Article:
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Park tools spoke wrench holder

Creation quality: 5.0/5 (1 vote)
Evaluation of members on the printability, utility, level of detail, etc.

3D model description

I work at a bike shop and we've got the Park TS-4 wheel truing stand which is really nice, but it doesn't have the TSB-2 base which has provision for holding the spoke wrenches. (The base in the first photo is on my TS-2 which I bought in 1992. Got to love Park durability!)

So, I took my TSB-2 and took some measurements, and then duplicated just the spoke holder in Fusion360. It'll hold four spoke wrenches, but you could modify it for more or less with the F3D file, just change the number in the pattern. This is sized for the standard Park spoke wrenches, such as the ubiquitous SW-0. It probably won't fit the SW-20.2 Master spoke wrench but wouldn't be too hard to modify it. I personally prefer the classic SW-0 to the fancier SW-20, and that's what we've got at the shop as well.

I've added provision for screws for mounting - our shop stand is mounted to a plywood base, so this will let me attach it permanently.

3D printer file information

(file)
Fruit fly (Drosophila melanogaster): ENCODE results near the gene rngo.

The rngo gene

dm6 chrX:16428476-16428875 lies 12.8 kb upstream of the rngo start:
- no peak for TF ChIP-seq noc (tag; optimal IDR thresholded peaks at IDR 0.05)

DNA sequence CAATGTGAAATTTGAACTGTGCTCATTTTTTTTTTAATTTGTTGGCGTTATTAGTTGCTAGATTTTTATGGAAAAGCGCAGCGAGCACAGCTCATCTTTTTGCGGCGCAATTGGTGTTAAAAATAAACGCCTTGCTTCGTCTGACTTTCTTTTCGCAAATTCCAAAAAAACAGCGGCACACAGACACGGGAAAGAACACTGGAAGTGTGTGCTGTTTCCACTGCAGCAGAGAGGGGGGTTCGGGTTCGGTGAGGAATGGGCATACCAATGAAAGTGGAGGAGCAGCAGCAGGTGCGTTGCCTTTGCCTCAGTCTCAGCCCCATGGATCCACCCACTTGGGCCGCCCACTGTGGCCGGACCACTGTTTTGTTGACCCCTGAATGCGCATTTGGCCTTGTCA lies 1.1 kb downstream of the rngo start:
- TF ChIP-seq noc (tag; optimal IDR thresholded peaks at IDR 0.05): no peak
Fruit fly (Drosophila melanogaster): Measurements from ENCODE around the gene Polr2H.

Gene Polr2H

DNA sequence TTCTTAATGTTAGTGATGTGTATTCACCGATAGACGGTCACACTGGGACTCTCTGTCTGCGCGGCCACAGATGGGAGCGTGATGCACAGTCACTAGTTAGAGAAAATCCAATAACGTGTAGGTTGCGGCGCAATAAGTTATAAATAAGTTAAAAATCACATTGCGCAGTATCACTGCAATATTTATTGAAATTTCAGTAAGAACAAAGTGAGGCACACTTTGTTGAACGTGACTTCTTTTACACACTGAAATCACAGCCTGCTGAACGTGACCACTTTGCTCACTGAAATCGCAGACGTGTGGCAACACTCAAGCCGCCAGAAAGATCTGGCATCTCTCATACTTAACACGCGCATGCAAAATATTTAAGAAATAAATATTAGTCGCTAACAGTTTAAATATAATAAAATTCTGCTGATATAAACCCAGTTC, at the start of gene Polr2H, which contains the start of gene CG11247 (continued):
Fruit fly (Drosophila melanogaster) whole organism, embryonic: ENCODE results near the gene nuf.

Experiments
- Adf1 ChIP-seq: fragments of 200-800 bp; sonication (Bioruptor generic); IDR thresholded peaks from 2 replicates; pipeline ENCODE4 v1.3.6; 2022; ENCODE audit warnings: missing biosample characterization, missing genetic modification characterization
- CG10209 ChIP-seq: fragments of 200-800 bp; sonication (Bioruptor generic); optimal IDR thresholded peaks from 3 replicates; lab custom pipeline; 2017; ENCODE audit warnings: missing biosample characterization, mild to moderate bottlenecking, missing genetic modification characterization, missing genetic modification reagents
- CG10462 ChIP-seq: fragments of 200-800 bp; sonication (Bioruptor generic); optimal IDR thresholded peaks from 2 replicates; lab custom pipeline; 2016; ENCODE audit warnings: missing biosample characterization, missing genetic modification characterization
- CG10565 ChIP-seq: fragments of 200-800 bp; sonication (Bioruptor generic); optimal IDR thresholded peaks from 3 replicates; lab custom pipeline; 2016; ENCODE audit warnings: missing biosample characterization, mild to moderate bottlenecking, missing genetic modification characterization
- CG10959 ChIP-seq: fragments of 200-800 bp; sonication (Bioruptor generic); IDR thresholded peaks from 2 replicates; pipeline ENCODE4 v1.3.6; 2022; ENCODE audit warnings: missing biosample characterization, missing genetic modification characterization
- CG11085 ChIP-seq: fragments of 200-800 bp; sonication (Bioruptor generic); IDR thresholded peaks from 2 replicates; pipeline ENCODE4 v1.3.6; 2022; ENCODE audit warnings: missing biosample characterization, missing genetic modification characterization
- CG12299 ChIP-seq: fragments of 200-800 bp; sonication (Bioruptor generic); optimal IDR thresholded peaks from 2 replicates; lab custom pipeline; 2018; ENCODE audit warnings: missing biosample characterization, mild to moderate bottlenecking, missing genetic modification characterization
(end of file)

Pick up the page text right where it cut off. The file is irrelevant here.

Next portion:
• 3D design format: F3D and STL Folder details Close
    • Park_spoke_wrench_holder_v2.f3d
    • park-spoke-wrench-holder.stl

    Learn more about the formats

  • Publication date: 2020-01-30 at 01:55
    Published to Thingiverse on: 2018-09-02 at 00:04





Note: I wanted to try Cults3D as a possible alternative to Thingiverse, but after giving it a bit of a look, I'm not super impressed. Feel free to visit my Thingiverse page if they can manage to keep that site running:

I went to school as a mechanical engineer, and got interested in 3D modeling, specifically the SDRC I-DEAS CAD/CAM software system. This interest got me my first job working for a CAD/CAM reseller doing pre and post-sales support. I was lucky to be involved in 3D printing in the early 90s - for a demo of rapid prototyping, I modeled the mouse from my HP-UX CAD workstation and it was rendered via stereolithography. I still have that model, but across the years I stopped using CAD and moved to systems administration. Now that 3D printing is affordable and mostly reliable, I've gotten into it and am having a blast. I printed all the usual cute little trinkets and tchotchkes, but quickly got bored of that. What I find most interesting is needing something, then spending a little bit of time in a CAD program and soon after that having a real, functional version of the part in my hand.

I'm a cyclist and bike mechanic as a hobby and a side job, and have found endless applications of 3D printing to both bikes and bike maintenance. Coworkers have also come to me with many varied requests, each of which has been an interesting challenge and an opportunity to learn.

I am constantly learning, constantly trying to challenge myself to learn new things and technologies, so hopefully as I progress my designs will continue to improve.

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